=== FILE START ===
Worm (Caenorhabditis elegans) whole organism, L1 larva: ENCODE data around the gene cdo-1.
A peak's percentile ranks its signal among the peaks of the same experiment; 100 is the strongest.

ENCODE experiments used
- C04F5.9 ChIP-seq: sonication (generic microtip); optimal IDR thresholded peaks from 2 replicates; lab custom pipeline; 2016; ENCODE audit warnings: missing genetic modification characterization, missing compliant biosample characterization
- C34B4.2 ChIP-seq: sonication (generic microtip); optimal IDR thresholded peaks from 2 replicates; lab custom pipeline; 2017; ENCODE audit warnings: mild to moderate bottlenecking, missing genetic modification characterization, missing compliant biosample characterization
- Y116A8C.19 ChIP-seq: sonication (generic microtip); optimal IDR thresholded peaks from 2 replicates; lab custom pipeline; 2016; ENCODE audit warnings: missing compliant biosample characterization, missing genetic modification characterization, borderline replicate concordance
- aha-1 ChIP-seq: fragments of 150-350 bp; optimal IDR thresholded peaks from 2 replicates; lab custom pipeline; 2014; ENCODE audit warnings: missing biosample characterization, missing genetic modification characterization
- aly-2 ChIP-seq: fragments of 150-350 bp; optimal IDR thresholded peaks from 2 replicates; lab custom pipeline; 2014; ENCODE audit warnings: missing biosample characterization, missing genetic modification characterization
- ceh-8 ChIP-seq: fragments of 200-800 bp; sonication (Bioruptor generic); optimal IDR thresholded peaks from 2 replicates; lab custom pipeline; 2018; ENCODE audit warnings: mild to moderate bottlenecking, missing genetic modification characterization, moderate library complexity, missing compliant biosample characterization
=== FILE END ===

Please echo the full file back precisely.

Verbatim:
Worm (Caenorhabditis elegans) whole organism, L1 larva: ENCODE data around the gene cdo-1.
A peak's percentile ranks its signal among the peaks of the same experiment; 100 is the strongest.

ENCODE experiments used
- C04F5.9 ChIP-seq: sonication (generic microtip); optimal IDR thresholded peaks from 2 replicates; lab custom pipeline; 2016; ENCODE audit warnings: missing genetic modification characterization, missing compliant biosample characterization
- C34B4.2 ChIP-seq: sonication (generic microtip); optimal IDR thresholded peaks from 2 replicates; lab custom pipeline; 2017; ENCODE audit warnings: mild to moderate bottlenecking, missing genetic modification characterization, missing compliant biosample characterization
- Y116A8C.19 ChIP-seq: sonication (generic microtip); optimal IDR thresholded peaks from 2 replicates; lab custom pipeline; 2016; ENCODE audit warnings: missing compliant biosample characterization, missing genetic modification characterization, borderline replicate concordance
- aha-1 ChIP-seq: fragments of 150-350 bp; optimal IDR thresholded peaks from 2 replicates; lab custom pipeline; 2014; ENCODE audit warnings: missing biosample characterization, missing genetic modification characterization
- aly-2 ChIP-seq: fragments of 150-350 bp; optimal IDR thresholded peaks from 2 replicates; lab custom pipeline; 2014; ENCODE audit warnings: missing biosample characterization, missing genetic modification characterization
- ceh-8 ChIP-seq: fragments of 200-800 bp; sonication (Bioruptor generic); optimal IDR thresholded peaks from 2 replicates; lab custom pipeline; 2018; ENCODE audit warnings: mild to moderate bottlenecking, missing genetic modification characterization, moderate library complexity, missing compliant biosample characterization